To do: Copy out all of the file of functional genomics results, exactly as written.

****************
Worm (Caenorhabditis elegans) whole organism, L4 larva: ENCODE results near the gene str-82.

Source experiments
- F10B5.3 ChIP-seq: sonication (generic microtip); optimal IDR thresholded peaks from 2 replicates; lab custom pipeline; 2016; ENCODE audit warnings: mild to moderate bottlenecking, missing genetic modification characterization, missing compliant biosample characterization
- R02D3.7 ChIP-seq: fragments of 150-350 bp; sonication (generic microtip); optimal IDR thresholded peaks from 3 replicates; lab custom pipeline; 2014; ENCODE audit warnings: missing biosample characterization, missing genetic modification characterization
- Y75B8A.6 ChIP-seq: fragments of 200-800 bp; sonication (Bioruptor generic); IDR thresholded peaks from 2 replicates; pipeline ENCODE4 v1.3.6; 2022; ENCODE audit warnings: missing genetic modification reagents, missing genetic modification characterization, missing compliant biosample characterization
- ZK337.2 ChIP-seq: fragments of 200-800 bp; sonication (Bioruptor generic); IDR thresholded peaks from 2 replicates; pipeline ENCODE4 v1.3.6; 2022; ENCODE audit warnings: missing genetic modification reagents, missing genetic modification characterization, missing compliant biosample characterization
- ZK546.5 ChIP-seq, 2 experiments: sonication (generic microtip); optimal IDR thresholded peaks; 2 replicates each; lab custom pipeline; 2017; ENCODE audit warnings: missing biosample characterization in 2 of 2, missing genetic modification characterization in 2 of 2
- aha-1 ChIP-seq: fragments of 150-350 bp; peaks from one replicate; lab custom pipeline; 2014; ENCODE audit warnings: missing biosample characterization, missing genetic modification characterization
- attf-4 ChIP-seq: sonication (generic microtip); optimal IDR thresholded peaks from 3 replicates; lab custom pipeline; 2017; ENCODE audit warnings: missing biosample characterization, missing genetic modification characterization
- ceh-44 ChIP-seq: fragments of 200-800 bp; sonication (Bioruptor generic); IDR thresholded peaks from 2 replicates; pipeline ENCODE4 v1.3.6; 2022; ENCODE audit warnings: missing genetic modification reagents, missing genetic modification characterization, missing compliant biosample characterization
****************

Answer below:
Worm (Caenorhabditis elegans) whole organism, L4 larva: ENCODE results near the gene str-82.

Source experiments
- F10B5.3 ChIP-seq: sonication (generic microtip); optimal IDR thresholded peaks from 2 replicates; lab custom pipeline; 2016; ENCODE audit warnings: mild to moderate bottlenecking, missing genetic modification characterization, missing compliant biosample characterization
- R02D3.7 ChIP-seq: fragments of 150-350 bp; sonication (generic microtip); optimal IDR thresholded peaks from 3 replicates; lab custom pipeline; 2014; ENCODE audit warnings: missing biosample characterization, missing genetic modification characterization
- Y75B8A.6 ChIP-seq: fragments of 200-800 bp; sonication (Bioruptor generic); IDR thresholded peaks from 2 replicates; pipeline ENCODE4 v1.3.6; 2022; ENCODE audit warnings: missing genetic modification reagents, missing genetic modification characterization, missing compliant biosample characterization
- ZK337.2 ChIP-seq: fragments of 200-800 bp; sonication (Bioruptor generic); IDR thresholded peaks from 2 replicates; pipeline ENCODE4 v1.3.6; 2022; ENCODE audit warnings: missing genetic modification reagents, missing genetic modification characterization, missing compliant biosample characterization
- ZK546.5 ChIP-seq, 2 experiments: sonication (generic microtip); optimal IDR thresholded peaks; 2 replicates each; lab custom pipeline; 2017; ENCODE audit warnings: missing biosample characterization in 2 of 2, missing genetic modification characterization in 2 of 2
- aha-1 ChIP-seq: fragments of 150-350 bp; peaks from one replicate; lab custom pipeline; 2014; ENCODE audit warnings: missing biosample characterization, missing genetic modification characterization
- attf-4 ChIP-seq: sonication (generic microtip); optimal IDR thresholded peaks from 3 replicates; lab custom pipeline; 2017; ENCODE audit warnings: missing biosample characterization, missing genetic modification characterization
- ceh-44 ChIP-seq: fragments of 200-800 bp; sonication (Bioruptor generic); IDR thresholded peaks from 2 replicates; pipeline ENCODE4 v1.3.6; 2022; ENCODE audit warnings: missing genetic modification reagents, missing genetic modification characterization, missing compliant biosample characterization